One for the Admiral

A former crewmember remembers the patriarch of an extended sailing family.

Caller ID can be a wonderful thing. On one of the coldest days of the year, my mood was immediately brightened seeing the phone ring from an old sailing friend. Hoping the call was an invite to a tropical sailing event, I picked up the phone. “Did you hear about the Admiral?” Tom asked. “He’s very sick. I’m going to see him now, you should come along if you can.”

The words hit me like a breaking wave. The Admiral, as friends fondly know him, owned a number of successful raceboats that competed in the Northeast and Caribbean. He took a chance on me back when I was young and had more attitude than ability. Through a combination of luck and circumstance, I became part of his sailing family. And a family it was. While the Admiral made a living as a shrewd and innovative businessman, his true skill was surrounding himself with loyal and dedicated people. To become part of his crew was to be accepted into a group of people unlike any other. Every event and regatta became an extravaganza, right down to the day the Admiral retired from competitive sailing. He decided he couldn’t donate the boat without an unforgettable sendoff party.

Since the Admiral’s retirement, some of the crew spread to other programs, while others have returned to the “real” world. Like any other family, though, we drop anything to be there for each other.


Walking to his door, I was terrified to face what might be behind it. This was a man who always attacked life. What would he be like when life started to attack him? He was weak, but it was clear that the Admiral was thrilled to see his extended family coming together again. As more of the crew from over the years arrived, the stories of the “old days” ramped into high gear. Some of the stories have ascended to legendary status, and none of them can be published. But to us, they were some of the best times of our lives. We had all taken these times for granted, but now we understood that these moments must be savored and treasured.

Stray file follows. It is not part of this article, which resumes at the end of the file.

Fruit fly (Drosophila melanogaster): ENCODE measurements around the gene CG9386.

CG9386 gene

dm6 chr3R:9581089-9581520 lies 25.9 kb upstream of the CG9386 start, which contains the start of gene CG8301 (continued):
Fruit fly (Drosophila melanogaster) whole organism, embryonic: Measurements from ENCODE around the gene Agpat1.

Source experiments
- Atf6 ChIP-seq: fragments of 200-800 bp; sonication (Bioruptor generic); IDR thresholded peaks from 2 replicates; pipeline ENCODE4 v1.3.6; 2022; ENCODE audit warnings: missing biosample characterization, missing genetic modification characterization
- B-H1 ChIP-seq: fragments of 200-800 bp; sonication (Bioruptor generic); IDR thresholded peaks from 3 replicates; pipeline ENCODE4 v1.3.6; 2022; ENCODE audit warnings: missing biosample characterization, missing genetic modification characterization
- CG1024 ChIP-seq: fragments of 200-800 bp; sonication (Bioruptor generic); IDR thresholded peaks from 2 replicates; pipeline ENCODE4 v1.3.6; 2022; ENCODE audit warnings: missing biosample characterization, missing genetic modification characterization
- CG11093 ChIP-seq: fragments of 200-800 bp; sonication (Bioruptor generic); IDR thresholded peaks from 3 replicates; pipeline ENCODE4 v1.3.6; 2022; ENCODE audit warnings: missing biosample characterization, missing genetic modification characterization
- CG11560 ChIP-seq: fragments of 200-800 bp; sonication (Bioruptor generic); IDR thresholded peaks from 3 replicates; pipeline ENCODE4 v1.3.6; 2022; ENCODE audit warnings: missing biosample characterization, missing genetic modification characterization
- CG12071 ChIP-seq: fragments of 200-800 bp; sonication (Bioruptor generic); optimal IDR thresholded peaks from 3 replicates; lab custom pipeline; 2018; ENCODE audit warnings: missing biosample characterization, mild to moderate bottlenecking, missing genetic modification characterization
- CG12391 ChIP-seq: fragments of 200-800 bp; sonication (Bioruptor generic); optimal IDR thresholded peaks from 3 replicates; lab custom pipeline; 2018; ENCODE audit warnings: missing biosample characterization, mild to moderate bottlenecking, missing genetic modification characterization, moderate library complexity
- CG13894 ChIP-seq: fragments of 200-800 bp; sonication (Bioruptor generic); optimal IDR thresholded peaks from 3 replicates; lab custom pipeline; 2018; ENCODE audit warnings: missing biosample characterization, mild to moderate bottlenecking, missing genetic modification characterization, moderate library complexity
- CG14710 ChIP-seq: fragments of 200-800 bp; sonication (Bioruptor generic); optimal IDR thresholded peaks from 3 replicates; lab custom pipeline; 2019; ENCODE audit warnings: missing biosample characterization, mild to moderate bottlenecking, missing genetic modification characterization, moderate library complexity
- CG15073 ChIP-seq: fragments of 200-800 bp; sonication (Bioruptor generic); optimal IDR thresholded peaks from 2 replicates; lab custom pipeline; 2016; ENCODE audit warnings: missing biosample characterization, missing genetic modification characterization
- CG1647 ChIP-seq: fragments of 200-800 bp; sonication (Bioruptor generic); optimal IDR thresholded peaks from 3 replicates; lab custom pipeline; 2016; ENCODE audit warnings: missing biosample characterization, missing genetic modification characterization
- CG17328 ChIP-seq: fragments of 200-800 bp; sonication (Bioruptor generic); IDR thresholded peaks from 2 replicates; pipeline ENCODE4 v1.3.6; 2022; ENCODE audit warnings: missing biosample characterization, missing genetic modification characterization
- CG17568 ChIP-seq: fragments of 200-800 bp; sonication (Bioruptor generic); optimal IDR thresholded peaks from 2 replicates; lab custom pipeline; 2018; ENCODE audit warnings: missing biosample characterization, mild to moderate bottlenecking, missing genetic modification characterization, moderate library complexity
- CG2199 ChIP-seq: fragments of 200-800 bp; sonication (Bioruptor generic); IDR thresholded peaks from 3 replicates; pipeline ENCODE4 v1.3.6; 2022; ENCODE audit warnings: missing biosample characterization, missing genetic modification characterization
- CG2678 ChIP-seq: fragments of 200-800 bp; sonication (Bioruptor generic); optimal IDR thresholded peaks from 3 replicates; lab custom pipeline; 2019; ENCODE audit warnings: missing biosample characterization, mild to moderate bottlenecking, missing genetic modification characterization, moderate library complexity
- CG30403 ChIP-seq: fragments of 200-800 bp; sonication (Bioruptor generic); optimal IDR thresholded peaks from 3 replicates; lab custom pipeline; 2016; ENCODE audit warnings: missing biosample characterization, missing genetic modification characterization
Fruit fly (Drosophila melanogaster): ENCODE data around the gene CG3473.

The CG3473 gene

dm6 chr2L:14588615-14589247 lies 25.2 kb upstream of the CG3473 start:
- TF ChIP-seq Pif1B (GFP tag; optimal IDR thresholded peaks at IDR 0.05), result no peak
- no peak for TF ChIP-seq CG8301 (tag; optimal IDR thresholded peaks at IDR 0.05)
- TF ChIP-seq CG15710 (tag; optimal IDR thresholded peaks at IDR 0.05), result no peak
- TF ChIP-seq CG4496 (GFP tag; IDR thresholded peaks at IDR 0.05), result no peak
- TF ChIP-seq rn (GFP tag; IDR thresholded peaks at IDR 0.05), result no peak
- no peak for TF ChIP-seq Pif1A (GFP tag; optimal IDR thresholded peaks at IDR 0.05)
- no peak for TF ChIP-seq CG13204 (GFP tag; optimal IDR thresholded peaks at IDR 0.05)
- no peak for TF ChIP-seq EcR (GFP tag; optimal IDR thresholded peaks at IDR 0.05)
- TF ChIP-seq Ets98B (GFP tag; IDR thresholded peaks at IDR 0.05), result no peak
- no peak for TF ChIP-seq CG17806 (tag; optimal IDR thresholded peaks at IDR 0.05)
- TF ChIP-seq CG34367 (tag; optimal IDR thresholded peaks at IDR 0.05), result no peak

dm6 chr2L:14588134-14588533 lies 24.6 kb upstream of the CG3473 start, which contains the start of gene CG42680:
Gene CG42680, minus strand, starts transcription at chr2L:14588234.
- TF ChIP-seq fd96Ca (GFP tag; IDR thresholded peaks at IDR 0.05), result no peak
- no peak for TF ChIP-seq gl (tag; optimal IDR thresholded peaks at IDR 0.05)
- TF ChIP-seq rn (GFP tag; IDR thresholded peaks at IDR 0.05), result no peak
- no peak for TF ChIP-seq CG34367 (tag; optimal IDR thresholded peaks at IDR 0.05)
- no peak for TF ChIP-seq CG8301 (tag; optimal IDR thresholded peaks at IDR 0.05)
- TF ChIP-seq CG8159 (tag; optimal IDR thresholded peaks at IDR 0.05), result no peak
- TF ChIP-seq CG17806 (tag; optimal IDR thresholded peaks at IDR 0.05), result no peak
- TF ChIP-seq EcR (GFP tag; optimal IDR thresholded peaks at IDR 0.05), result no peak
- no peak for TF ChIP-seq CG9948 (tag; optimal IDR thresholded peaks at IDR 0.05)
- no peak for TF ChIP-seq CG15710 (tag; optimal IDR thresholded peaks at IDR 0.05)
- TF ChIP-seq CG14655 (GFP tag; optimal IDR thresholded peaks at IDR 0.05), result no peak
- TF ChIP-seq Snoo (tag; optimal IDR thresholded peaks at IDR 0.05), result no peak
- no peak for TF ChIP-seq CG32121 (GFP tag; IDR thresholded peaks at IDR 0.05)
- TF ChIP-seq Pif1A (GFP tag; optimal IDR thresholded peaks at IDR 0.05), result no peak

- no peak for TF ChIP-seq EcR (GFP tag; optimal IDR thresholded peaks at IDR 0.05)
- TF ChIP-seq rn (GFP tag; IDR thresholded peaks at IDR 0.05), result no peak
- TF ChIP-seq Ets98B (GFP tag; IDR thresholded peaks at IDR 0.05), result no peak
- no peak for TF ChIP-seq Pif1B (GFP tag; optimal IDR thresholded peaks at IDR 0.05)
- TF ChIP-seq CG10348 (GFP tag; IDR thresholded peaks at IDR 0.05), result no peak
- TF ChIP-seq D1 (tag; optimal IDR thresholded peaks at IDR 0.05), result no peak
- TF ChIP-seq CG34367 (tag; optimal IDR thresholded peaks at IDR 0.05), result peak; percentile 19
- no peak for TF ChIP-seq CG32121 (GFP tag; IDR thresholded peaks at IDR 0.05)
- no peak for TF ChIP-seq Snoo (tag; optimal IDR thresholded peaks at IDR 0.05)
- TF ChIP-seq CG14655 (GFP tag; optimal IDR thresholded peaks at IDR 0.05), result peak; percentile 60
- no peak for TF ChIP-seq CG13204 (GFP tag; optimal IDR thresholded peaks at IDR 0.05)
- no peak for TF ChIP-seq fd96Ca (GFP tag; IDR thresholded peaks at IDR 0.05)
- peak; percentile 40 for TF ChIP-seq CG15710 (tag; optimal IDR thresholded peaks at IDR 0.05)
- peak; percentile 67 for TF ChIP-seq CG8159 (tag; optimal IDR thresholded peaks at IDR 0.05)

In many ways, crews take on the personality of their owners. For some teams, the boat is run like a business, and at the end of the race day everyone goes his or her own way. Sailing with the Admiral was different. His crews were always just happy to be sharing another adventure. Victory simply made the time even sweeter. The magic of sailing with the Admiral that the crew stuck together through thick and thin. From the first beat to last call, the team was the team. The Admiral wouldn’t have it any other way, even in his last days. On his final run through life, he made sure to stay alive long enough to say goodbye to all of his team.

Generations of the crew all came from near and far, 15 years of teams in all. While not happy with the circumstances, we were happy to be together again, and the positive energy filled the Admiral’s house. For perhaps the very first time, the Admiral’s real family saw why these sailors were so important in his life.


In the end, the Admiral couldn’t outlast his disease, but his spirit lives on in other sailing programs. We spend much of our free time on the water, sharing a passion. We take time away from our real families to get together and go sailboat racing. As we anticipate a new racing season, let’s commit to spending as much time building our sense of team as we spend wet sanding the bottom. Boats come and go, but crews last forever.

Fair winds, Admiral. We all love you.


Email Newsletters and Special Offers

Sign up for Sailing World emails to receive racing tips, tactics and techniques, and reviews on the latest boat models as well as special offers on behalf of Sailing World’s partners.
By signing up you agree to receive communications from Sailing World and select partners in accordance with our Privacy Policy. You may opt out of email messages/withdraw consent at any time.

More Racing